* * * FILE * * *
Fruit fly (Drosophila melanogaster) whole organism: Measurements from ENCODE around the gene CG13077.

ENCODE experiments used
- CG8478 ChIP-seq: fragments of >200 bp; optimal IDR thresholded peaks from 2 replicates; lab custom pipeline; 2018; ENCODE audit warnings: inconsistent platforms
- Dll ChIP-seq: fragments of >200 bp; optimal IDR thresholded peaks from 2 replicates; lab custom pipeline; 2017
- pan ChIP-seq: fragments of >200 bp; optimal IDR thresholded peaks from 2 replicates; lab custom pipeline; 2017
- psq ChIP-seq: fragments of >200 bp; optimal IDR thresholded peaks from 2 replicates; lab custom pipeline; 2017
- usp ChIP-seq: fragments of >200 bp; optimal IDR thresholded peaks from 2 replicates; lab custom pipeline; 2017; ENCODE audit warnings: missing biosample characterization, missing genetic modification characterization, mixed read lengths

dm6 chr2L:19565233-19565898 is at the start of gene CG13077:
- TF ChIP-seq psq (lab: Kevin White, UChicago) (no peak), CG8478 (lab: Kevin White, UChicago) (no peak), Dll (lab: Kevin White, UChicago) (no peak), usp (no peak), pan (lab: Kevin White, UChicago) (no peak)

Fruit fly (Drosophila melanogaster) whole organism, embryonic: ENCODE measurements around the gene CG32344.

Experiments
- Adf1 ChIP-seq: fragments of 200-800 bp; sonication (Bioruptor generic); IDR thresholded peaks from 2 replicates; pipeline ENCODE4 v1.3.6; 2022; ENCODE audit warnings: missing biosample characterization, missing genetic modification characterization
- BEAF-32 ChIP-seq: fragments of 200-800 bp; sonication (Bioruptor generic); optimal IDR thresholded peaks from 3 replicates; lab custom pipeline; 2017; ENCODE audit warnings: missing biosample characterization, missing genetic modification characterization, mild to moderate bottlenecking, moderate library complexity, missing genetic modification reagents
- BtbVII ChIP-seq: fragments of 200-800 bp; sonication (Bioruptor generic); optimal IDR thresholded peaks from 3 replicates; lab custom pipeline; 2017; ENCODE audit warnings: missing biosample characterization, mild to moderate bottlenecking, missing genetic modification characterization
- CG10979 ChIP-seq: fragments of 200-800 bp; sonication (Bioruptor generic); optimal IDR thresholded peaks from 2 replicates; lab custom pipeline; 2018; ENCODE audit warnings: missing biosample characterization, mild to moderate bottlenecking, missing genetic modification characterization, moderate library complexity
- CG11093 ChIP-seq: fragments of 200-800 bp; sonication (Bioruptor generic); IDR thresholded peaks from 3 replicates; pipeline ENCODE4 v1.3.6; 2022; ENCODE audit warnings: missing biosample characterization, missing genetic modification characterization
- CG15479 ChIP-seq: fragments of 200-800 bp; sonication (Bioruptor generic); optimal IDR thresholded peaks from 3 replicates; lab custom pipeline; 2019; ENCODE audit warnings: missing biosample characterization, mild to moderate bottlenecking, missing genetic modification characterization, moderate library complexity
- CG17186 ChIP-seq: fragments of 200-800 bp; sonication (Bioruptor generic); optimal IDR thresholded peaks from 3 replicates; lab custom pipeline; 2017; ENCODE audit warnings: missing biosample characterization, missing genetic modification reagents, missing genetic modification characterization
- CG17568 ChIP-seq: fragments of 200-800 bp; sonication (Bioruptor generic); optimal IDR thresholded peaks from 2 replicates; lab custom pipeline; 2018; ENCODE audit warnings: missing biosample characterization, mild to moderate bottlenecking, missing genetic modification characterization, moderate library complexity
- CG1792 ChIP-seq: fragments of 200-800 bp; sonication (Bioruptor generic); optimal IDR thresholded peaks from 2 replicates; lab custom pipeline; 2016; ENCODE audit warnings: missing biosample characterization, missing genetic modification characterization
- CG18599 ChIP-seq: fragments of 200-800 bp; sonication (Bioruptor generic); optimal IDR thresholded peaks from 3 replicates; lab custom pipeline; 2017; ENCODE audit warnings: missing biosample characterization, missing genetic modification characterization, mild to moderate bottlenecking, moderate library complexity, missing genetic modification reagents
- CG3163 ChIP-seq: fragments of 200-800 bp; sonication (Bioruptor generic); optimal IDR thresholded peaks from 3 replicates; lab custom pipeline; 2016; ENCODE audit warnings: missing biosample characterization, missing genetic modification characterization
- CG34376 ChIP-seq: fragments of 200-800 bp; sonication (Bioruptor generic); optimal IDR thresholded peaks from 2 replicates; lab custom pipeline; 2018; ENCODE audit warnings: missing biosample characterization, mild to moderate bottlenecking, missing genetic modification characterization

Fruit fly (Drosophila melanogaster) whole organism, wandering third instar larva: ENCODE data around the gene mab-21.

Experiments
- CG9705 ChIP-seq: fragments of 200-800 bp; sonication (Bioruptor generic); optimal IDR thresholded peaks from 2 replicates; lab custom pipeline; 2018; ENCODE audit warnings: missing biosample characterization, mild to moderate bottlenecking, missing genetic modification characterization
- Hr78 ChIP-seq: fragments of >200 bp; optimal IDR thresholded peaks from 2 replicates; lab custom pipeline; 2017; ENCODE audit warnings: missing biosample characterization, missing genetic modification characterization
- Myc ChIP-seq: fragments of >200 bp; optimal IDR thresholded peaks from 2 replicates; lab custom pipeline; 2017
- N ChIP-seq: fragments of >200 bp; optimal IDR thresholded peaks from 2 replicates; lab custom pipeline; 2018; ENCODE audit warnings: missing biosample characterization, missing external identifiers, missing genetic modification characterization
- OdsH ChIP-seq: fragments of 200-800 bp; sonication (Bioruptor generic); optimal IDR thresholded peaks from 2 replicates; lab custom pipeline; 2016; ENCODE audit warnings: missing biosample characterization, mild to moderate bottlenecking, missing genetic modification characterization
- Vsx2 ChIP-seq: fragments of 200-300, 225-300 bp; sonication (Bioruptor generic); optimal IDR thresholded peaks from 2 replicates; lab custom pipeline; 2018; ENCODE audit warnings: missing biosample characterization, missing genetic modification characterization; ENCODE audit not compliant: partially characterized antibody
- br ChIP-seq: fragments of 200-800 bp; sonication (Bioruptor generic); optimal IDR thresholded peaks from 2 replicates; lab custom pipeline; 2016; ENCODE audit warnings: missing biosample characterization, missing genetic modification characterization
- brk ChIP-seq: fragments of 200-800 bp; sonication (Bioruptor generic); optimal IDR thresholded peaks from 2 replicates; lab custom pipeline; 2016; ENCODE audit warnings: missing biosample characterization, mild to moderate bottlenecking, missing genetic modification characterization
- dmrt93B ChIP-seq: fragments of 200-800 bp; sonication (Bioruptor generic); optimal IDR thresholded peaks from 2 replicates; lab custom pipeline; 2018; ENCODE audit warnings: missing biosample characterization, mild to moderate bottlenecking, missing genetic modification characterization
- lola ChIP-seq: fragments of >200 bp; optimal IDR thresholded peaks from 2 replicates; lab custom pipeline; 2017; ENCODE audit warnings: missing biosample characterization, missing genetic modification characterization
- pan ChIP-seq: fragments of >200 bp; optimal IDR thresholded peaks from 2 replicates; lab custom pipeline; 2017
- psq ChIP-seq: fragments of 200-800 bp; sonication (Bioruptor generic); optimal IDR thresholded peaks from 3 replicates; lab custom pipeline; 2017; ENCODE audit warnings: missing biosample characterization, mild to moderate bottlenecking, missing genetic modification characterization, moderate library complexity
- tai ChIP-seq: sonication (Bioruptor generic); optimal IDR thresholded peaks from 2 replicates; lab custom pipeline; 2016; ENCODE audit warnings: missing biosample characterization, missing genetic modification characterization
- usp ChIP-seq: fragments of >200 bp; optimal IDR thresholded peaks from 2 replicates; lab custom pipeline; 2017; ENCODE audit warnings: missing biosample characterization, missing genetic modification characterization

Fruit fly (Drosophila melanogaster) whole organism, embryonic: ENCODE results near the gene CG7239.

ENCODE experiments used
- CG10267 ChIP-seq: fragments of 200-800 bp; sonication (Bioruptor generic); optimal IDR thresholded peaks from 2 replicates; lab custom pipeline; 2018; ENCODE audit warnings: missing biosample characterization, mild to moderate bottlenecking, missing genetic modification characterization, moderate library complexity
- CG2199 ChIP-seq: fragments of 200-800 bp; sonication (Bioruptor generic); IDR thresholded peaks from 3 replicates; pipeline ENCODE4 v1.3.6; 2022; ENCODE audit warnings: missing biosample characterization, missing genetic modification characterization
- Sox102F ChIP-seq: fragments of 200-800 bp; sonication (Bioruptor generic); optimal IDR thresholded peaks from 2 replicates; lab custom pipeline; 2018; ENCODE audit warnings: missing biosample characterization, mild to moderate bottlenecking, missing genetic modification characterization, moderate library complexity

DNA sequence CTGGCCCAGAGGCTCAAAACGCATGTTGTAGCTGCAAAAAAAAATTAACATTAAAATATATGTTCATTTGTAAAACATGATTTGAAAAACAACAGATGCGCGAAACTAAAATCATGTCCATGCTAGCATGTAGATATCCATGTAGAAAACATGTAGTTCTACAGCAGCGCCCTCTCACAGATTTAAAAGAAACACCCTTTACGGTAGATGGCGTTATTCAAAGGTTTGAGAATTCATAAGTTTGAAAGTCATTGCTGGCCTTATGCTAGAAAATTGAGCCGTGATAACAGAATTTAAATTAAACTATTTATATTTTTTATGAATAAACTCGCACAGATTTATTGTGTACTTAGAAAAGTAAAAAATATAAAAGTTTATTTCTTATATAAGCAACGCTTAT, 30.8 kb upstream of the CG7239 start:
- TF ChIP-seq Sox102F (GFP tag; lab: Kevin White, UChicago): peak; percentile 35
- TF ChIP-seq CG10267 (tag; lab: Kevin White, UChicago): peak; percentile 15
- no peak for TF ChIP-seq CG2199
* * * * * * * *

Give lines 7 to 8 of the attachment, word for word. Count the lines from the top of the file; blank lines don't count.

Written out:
- usp ChIP-seq: fragments of >200 bp; optimal IDR thresholded peaks from 2 replicates; lab custom pipeline; 2017; ENCODE audit warnings: missing biosample characterization, missing genetic modification characterization, mixed read lengths

dm6 chr2L:19565233-19565898 is at the start of gene CG13077: